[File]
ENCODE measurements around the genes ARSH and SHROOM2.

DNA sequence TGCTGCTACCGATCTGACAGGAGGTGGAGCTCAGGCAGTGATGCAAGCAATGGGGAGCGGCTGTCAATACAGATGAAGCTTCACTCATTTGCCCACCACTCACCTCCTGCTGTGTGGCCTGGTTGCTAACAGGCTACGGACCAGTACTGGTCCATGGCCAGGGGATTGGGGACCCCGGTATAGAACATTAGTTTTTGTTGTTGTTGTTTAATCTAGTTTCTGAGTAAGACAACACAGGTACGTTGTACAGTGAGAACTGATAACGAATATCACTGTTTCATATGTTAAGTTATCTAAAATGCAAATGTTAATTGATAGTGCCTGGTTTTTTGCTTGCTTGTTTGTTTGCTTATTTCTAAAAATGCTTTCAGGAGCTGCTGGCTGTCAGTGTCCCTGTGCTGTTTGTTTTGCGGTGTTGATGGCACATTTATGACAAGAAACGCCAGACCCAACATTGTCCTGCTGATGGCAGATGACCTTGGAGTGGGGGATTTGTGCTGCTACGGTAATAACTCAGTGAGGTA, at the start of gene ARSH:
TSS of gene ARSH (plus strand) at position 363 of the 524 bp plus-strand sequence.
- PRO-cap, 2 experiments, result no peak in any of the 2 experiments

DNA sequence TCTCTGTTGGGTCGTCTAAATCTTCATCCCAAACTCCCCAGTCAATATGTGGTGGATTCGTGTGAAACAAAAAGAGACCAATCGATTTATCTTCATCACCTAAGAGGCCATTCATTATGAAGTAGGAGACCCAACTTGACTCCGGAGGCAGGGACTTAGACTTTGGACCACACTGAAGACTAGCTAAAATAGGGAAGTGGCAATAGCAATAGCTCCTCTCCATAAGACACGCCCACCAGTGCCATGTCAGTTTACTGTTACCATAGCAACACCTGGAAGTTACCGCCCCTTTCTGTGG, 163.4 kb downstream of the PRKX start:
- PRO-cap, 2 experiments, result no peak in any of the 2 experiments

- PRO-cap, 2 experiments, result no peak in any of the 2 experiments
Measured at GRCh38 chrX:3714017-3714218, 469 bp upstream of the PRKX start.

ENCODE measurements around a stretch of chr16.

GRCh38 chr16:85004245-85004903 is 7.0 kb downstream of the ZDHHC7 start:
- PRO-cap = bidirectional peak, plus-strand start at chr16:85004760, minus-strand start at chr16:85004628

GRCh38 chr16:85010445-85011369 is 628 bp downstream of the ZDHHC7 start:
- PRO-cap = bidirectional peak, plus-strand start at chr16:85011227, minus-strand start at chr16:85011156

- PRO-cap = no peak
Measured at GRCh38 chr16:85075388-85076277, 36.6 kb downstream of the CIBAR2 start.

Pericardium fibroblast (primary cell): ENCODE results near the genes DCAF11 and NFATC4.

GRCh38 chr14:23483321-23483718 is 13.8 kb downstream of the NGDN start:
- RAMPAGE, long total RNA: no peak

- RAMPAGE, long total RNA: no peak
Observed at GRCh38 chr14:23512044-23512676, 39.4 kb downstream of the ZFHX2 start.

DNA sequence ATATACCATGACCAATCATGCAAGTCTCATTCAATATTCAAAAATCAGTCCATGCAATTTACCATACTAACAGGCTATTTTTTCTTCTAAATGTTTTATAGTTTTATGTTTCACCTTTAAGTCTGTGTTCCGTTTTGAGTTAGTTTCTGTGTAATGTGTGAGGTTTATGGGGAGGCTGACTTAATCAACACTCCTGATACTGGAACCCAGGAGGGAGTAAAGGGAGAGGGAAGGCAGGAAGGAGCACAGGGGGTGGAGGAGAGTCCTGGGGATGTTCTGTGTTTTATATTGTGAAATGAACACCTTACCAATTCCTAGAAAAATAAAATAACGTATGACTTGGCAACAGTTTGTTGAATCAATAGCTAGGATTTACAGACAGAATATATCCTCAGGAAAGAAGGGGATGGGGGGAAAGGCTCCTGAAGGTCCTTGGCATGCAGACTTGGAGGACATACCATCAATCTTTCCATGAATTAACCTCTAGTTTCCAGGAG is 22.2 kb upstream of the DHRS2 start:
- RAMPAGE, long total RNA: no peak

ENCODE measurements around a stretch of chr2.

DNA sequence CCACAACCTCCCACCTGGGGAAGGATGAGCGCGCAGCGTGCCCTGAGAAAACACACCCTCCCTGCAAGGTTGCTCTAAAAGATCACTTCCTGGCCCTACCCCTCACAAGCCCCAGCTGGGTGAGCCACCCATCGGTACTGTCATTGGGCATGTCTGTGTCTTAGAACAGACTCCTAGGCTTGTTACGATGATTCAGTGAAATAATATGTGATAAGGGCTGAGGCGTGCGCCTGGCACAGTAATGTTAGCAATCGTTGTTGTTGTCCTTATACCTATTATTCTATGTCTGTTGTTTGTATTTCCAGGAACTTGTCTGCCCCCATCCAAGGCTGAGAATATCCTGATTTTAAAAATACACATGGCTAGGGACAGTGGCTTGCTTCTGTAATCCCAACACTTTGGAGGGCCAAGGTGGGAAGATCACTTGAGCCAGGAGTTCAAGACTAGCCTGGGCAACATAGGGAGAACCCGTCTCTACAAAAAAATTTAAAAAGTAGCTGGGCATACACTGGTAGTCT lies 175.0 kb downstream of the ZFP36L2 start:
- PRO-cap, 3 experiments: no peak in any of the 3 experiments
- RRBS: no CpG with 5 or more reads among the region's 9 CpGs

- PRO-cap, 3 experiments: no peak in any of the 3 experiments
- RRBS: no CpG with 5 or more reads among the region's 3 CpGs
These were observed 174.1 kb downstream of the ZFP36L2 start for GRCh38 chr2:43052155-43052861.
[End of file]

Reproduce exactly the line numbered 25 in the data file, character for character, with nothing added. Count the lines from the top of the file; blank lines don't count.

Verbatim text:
- PRO-cap, 3 experiments: no peak in any of the 3 experiments